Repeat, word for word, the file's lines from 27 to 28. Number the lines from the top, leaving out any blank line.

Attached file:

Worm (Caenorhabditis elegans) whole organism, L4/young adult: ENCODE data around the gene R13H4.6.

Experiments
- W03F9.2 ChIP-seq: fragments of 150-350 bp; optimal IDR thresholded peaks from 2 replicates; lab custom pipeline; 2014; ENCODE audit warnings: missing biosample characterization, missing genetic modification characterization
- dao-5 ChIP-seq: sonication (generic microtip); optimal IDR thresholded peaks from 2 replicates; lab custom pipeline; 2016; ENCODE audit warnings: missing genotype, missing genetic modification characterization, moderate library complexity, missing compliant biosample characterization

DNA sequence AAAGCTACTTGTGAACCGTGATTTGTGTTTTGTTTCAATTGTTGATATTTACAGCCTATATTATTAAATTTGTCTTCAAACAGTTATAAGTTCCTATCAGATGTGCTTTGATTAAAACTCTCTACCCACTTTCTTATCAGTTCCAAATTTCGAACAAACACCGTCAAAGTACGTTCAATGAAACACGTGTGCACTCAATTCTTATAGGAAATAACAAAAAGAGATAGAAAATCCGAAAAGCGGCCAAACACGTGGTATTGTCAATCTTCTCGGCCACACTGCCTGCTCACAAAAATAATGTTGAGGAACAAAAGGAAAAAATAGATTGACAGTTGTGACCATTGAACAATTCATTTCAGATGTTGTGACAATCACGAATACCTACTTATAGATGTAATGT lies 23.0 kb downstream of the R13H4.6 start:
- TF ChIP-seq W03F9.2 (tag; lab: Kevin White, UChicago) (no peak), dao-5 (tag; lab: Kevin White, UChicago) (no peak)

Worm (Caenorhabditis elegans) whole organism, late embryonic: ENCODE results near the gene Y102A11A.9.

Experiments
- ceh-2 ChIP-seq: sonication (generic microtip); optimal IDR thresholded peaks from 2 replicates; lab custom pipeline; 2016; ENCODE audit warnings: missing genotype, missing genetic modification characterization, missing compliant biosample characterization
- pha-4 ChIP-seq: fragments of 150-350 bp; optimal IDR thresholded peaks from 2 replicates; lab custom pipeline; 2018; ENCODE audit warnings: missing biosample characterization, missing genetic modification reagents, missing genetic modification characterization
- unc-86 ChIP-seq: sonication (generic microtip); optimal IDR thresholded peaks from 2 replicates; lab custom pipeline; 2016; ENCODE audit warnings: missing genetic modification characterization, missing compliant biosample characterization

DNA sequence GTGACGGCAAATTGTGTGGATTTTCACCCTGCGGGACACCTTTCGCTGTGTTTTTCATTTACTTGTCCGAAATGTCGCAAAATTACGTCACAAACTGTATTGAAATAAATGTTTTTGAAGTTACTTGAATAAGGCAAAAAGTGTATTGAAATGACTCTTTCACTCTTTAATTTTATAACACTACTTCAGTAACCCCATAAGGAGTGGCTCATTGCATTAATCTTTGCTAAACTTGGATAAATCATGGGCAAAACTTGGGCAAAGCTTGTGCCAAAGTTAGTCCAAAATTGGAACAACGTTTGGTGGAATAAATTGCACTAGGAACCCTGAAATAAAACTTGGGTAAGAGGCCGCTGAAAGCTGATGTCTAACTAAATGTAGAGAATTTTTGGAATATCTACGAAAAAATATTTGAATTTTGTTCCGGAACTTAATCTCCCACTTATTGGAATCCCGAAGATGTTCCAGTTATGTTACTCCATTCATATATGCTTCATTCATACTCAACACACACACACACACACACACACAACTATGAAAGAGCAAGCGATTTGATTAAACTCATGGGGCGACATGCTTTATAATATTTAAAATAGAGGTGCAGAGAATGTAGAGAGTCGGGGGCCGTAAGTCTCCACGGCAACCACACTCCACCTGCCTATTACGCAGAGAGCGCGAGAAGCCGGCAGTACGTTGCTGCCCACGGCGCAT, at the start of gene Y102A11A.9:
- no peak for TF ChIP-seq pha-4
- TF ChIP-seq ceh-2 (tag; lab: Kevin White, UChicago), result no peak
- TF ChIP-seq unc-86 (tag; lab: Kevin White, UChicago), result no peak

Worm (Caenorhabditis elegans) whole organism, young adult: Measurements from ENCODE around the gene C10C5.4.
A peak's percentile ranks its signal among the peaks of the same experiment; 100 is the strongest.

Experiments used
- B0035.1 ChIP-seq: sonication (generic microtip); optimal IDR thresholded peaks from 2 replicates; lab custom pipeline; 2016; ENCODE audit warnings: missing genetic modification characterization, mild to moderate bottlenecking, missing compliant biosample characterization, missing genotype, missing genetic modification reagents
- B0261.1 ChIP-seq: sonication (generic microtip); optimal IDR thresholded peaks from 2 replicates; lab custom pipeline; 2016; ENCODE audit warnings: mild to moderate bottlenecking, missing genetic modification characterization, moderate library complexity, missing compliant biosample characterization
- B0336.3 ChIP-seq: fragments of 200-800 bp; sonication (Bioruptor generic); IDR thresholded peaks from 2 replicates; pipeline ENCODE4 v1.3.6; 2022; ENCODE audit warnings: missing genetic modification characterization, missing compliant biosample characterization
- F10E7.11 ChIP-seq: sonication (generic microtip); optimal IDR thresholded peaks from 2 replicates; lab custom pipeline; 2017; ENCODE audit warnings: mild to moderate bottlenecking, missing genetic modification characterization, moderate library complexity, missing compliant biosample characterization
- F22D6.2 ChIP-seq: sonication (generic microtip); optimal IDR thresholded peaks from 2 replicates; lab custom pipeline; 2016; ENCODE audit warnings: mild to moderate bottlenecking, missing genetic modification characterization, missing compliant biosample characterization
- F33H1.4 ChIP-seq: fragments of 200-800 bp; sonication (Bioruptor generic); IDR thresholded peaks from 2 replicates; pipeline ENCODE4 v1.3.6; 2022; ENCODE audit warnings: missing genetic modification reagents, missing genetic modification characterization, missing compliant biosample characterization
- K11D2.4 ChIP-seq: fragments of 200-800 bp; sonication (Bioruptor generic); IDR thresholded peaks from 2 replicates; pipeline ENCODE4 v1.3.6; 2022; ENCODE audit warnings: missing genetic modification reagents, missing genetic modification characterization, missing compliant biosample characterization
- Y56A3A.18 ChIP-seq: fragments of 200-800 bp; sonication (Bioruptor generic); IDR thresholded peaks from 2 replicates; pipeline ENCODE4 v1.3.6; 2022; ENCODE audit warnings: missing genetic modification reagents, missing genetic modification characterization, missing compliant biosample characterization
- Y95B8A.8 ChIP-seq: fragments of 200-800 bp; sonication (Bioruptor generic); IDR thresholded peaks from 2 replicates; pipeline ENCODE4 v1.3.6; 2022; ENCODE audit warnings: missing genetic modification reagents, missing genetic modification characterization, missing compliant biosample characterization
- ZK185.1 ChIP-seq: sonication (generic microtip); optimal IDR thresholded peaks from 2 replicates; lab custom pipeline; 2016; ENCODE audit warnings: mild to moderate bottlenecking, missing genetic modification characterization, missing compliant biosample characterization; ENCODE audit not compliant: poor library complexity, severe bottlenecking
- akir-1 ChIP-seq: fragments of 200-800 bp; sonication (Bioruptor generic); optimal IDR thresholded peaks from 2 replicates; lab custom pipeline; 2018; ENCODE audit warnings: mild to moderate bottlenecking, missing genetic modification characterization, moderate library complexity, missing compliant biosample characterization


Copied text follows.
- Y95B8A.8 ChIP-seq: fragments of 200-800 bp; sonication (Bioruptor generic); IDR thresholded peaks from 2 replicates; pipeline ENCODE4 v1.3.6; 2022; ENCODE audit warnings: missing genetic modification reagents, missing genetic modification characterization, missing compliant biosample characterization
- ZK185.1 ChIP-seq: sonication (generic microtip); optimal IDR thresholded peaks from 2 replicates; lab custom pipeline; 2016; ENCODE audit warnings: mild to moderate bottlenecking, missing genetic modification characterization, missing compliant biosample characterization; ENCODE audit not compliant: poor library complexity, severe bottlenecking